• Summary: “When ancient magic tests a newfound love, a dark fate beckons… Magic has been banished in the land of Syhl Shallow for as long as best friends Jax and Callyn can remember. They once loved the stories of powerful magesmiths and mythical scravers who conjured fire or controlled ice, but now they’ve learned magic only leads to danger: magic is what killed Callyn’s parents, leaving her to raise her younger sister. Magic never helped Jax, whose leg was crushed in an accident his father has punished him for ever since. Magic won’t save either of them when the tax collector comes calling. Meanwhile, Jax and Callyn are astonished to learn a magesmith has returned to Syhl Shallow – and he’s married to their new queen. Now, the people of Syhl Shallow are expected to allow dangerous magic in their midst, and no one is happy about it. When a stranger rides into town offering Jax and Callyn silver in exchange for holding secret messages for an antimagic faction, the choice is obvious – even if it means they may be aiding a plot to destroy their new king. It’s a risk they’re willing to take. That is, until another visitor arrives in town: handsome Lord Tycho, the King’s Courier, the man tasked with discovering who’s conspiring against the throne. Suddenly, Jax and Callyn find themselves embroiled in a world of shifting alliances, dangerous flirtations, and ancient magic… where even the deepest loyalties will be tested.”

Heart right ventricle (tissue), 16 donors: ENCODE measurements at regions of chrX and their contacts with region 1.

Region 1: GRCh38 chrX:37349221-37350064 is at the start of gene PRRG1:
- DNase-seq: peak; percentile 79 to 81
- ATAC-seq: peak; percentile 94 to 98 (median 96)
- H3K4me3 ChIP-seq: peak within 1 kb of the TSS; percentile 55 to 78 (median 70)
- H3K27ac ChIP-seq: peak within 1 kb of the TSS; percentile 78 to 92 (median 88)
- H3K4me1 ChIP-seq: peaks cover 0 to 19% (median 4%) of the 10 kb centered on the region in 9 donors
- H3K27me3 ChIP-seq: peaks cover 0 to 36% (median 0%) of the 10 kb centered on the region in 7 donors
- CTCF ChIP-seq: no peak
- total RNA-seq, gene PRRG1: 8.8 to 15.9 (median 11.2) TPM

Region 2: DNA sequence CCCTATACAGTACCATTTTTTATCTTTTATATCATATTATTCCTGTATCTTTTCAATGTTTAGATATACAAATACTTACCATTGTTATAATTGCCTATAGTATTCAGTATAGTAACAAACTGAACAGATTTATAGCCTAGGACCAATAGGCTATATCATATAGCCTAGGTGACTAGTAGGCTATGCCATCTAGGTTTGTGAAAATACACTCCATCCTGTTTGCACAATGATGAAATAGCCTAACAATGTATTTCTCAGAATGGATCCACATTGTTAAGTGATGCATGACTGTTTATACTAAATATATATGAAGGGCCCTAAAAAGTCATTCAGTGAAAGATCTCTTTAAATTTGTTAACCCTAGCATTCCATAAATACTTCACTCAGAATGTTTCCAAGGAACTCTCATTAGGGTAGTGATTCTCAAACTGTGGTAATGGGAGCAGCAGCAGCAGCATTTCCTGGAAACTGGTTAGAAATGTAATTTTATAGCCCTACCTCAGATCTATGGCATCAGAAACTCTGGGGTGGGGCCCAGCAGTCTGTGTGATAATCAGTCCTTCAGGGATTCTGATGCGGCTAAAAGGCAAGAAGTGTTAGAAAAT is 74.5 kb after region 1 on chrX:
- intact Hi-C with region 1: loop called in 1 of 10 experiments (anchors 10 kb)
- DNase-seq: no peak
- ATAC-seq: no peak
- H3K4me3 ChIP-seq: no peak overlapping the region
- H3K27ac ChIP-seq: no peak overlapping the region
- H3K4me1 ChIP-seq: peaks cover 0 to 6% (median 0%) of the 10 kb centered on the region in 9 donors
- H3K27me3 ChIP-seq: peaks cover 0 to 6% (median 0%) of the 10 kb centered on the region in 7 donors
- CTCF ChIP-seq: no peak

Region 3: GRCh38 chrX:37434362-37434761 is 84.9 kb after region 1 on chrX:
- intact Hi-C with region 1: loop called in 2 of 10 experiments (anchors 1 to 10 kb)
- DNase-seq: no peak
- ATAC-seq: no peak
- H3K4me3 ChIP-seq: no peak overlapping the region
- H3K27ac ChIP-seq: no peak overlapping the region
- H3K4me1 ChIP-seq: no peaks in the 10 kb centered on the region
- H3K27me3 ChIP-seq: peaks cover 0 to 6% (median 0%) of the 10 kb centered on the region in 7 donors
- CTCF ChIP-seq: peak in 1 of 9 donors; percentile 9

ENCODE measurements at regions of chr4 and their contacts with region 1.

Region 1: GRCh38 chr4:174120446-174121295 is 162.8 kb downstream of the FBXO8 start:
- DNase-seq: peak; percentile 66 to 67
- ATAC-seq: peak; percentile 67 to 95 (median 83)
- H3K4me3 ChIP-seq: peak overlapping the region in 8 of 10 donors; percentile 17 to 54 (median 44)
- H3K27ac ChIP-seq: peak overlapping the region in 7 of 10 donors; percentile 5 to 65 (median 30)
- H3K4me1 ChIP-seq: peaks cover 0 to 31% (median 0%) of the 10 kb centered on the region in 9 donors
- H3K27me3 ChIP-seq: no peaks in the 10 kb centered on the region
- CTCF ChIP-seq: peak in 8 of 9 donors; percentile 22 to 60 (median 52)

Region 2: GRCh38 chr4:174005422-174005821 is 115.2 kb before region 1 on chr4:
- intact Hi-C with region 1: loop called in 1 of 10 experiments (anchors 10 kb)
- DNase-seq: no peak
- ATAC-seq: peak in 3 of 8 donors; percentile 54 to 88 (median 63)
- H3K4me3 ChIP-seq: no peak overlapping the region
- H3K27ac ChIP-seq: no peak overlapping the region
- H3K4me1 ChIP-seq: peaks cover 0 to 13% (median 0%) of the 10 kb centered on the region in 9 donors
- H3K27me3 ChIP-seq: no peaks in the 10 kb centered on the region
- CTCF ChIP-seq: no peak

• Reaction: Added to my TBR.

The Mirror Thief, by Martin Seay (2016)